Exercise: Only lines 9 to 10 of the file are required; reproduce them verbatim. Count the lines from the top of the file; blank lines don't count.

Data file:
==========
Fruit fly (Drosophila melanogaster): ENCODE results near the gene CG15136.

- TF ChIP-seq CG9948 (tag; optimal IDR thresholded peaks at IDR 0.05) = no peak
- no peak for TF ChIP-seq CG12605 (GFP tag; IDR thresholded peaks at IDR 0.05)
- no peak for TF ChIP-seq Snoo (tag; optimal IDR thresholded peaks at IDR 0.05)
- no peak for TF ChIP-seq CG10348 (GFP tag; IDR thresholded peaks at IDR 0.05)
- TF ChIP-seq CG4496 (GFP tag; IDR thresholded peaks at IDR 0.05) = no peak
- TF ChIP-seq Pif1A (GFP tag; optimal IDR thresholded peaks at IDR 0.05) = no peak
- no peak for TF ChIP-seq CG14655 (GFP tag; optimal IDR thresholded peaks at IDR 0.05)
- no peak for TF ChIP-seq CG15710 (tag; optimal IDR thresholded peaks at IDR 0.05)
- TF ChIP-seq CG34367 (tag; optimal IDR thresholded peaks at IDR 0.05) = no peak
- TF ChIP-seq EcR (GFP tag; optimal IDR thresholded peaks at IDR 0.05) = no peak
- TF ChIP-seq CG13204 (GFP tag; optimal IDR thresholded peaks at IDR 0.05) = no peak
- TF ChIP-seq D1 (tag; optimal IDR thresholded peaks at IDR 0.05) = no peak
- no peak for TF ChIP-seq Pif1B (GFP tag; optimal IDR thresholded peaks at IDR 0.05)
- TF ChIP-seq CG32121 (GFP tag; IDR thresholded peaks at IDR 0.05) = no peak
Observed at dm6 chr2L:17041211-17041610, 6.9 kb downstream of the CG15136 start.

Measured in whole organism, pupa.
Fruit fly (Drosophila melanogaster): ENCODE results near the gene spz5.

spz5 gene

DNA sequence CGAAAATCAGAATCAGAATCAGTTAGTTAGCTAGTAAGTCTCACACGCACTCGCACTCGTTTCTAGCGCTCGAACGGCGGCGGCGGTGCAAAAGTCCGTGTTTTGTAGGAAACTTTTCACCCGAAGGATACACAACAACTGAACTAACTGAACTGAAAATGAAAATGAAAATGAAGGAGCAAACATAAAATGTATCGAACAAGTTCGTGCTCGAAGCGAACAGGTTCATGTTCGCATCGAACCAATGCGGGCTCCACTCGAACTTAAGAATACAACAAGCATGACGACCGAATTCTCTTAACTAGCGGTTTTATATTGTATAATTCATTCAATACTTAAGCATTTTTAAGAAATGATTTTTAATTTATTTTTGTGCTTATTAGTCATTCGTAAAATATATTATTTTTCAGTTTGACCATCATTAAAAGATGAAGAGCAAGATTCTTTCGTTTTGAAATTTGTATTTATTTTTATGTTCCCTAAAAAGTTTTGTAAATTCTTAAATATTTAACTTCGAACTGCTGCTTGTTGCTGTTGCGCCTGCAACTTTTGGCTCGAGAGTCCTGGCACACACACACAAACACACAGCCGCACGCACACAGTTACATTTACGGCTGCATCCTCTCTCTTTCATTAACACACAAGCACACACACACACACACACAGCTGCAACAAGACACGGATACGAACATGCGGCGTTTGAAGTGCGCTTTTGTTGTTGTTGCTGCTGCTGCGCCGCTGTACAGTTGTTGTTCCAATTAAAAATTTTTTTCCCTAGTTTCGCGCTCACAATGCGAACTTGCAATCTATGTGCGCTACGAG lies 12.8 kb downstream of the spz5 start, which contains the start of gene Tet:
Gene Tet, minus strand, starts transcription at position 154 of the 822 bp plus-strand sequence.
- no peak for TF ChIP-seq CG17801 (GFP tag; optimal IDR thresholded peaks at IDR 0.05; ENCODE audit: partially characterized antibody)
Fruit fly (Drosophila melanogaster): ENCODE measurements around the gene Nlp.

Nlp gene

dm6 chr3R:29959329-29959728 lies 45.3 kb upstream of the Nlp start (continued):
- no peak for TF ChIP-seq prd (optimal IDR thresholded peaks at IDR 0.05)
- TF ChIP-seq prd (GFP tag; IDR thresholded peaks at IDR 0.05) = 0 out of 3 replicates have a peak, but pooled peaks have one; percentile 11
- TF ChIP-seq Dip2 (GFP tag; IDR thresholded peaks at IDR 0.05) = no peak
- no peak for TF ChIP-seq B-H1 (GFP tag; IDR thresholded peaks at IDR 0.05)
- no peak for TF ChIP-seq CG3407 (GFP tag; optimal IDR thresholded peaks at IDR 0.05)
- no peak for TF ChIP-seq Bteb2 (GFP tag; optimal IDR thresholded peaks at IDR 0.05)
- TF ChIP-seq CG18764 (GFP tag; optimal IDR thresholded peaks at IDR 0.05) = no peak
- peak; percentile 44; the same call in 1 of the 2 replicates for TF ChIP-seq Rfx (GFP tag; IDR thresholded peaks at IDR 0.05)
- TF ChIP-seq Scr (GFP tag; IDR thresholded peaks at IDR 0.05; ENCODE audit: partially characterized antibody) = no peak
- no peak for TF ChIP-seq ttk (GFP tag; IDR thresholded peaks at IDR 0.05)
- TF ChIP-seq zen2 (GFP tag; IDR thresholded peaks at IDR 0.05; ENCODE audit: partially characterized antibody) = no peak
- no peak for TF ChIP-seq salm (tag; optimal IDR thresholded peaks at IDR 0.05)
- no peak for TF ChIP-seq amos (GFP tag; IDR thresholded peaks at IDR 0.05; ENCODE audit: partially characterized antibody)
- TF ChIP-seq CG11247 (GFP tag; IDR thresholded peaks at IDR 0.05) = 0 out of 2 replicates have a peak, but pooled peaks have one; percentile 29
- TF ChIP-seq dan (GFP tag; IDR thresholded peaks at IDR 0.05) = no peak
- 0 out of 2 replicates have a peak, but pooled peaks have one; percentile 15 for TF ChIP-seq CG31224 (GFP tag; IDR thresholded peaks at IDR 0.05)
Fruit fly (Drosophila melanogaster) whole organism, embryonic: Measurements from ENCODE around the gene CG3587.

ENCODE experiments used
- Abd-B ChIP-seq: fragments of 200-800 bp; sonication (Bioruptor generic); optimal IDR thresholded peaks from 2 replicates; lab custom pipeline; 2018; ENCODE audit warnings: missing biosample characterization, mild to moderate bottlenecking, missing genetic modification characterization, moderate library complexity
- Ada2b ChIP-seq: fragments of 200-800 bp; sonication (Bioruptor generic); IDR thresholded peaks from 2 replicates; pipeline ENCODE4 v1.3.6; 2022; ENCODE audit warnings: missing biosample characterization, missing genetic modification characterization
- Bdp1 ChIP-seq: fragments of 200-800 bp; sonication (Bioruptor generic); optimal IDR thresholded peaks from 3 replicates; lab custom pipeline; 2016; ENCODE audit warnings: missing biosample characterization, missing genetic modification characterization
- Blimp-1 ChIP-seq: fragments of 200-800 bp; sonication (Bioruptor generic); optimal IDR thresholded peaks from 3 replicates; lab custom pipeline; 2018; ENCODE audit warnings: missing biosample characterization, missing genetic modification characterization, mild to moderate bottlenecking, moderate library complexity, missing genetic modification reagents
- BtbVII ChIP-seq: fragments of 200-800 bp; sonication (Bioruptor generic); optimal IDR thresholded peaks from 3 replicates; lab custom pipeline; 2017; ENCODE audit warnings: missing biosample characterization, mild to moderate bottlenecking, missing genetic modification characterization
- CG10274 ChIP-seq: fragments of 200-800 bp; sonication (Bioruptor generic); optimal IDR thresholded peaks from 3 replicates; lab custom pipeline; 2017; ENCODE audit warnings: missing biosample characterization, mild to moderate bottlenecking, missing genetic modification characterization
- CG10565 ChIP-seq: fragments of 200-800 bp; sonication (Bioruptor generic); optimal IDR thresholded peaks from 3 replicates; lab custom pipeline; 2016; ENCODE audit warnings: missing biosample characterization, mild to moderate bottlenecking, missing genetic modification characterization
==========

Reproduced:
- no peak for TF ChIP-seq CG15710 (tag; optimal IDR thresholded peaks at IDR 0.05)
- TF ChIP-seq CG34367 (tag; optimal IDR thresholded peaks at IDR 0.05) = no peak